It’s also worth noting that when the percentage of cocoa in a product decreases, we often obtain less antioxidants while adding more and more artificial chemicals.
My conclusion is as follows:
If you’re going to eat chocolate, give it your all or go home.
Just remember to do so in moderation since, unlike Green Tea, all chocolate includes a significant number of calories, which should be taken into account when including it into your diet.
My own choice is:
Domori’s is a 100 percent variety store. These people make some of the finest chocolate on the planet. Visit www.domori.com to learn more about them.
Sports supplement firms have recently started offering chocamine, a cocoa extract that is said to give the excitement and health advantages of chocolate without the calories, carbohydrates, or fats.
According to 1fast400.com’s David Tolson:
“Methylxanthines (theobromine, caffeine, and theophylline), biogenic amines (phenylethylamine, tyramine, and, according to one source, synephrine), amino acids (phenylalanine, tryptophan, tyrosine, and others), minerals (with a high magnesium content), numerous beneficial antioxidants, and possibly some non-psychoactive cannabinoid-related compound) are
The mix of these many substances creates a one-of-a-kind impact. Enhanced energy, hunger control, increased lipolysis (fat burning), better mood, greater focus, increased alertness, improved athletic performance, aphrodisiac qualities, and health advantages are all claimed in promotional material for chocamine.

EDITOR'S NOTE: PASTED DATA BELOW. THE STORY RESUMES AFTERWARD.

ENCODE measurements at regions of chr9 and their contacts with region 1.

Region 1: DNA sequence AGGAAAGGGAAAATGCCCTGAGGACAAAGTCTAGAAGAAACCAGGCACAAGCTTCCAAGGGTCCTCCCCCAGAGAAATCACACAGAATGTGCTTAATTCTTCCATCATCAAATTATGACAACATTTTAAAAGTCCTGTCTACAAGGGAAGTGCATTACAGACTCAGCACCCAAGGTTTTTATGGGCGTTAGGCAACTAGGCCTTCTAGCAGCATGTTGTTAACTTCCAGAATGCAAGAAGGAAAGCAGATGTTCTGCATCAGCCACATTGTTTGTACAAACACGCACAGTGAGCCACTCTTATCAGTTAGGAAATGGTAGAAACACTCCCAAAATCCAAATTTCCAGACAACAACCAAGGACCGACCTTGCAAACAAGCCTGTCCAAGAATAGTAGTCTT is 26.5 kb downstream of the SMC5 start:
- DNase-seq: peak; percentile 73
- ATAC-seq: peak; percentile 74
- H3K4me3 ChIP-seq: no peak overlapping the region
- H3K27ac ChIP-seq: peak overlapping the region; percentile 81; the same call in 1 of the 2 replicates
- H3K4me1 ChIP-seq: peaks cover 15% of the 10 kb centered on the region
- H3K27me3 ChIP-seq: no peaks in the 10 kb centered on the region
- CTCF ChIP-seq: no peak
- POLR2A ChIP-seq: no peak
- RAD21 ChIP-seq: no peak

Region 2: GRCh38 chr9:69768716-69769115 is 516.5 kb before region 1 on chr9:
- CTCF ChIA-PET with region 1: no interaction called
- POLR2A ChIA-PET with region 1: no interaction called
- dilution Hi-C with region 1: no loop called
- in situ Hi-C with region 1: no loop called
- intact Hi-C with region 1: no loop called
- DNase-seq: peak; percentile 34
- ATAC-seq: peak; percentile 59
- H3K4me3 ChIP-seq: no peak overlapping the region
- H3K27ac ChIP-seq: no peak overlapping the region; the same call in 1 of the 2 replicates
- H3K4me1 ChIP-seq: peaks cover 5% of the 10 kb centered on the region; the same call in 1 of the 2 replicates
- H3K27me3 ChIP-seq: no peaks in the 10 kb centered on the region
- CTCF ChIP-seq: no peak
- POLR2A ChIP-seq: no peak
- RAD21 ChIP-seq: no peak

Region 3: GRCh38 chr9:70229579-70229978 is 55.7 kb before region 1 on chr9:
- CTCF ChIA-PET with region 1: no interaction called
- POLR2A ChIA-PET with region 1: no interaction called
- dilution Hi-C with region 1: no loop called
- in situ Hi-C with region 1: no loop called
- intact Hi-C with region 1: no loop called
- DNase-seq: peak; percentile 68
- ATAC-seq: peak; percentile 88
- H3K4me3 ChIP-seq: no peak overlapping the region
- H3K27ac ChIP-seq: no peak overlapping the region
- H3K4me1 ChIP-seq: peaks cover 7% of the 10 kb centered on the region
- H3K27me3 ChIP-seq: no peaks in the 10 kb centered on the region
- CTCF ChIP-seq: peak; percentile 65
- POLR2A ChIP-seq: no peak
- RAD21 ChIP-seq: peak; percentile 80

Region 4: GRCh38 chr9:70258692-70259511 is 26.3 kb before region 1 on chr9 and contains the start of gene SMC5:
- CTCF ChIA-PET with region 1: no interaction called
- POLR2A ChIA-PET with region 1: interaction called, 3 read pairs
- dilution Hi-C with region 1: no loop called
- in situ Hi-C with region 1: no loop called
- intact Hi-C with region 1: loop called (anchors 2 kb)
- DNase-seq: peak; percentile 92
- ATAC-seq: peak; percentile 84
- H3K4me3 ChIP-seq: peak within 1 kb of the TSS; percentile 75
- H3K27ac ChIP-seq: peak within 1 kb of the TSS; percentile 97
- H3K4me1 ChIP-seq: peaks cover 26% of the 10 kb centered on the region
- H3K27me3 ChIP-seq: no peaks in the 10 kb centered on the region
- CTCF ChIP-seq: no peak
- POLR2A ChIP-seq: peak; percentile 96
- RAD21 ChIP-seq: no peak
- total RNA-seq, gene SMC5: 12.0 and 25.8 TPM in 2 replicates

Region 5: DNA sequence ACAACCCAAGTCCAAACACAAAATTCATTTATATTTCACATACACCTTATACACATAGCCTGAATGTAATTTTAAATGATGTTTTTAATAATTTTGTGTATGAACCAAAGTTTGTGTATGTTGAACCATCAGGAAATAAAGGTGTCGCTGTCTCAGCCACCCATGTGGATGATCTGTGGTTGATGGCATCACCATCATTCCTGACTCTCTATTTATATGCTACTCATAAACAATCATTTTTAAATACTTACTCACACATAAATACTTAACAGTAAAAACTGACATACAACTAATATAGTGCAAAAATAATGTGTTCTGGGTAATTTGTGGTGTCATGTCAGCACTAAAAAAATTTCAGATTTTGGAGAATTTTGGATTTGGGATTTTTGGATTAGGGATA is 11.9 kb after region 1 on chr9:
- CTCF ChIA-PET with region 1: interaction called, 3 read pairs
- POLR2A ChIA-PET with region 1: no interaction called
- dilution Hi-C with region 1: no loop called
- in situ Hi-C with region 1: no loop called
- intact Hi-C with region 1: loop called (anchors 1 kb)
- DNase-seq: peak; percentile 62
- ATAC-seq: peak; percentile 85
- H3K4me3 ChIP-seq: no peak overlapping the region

If you’re a coach or wish to be one…
It’s both an art and a science to guide clients, patients, friends, or family members through healthy food and lifestyle adjustments in a manner that’s tailored to their individual body, tastes, and circumstances.
Consider the Level 1 Certification if you want to learn more about both.
Hello, everyone, and thanks for joining me. Me and my colleague have decided to review the benefits of tea and chocolate on one of the most important elements of our lives, our health. We are very excited to present this article because we found out some interesting facts and approaches that help people to detoxify and lose weight.. Read more about chocolate definition and let us know what you think.
Frequently Asked Questions
Is chocolate good for health?
Chocolate is a food that has been shown to be good for health.
Which chocolate is best?
The best chocolate is the one you like the most.
Is it OK to eat chocolate every day?
Yes, it is OK to eat chocolate every day.
This article broadly covered the following related topics:
- benefits of dark chocolate for men
- dark chocolate benefits for skin
- benefits of dark chocolate for brain
- positive effects of chocolate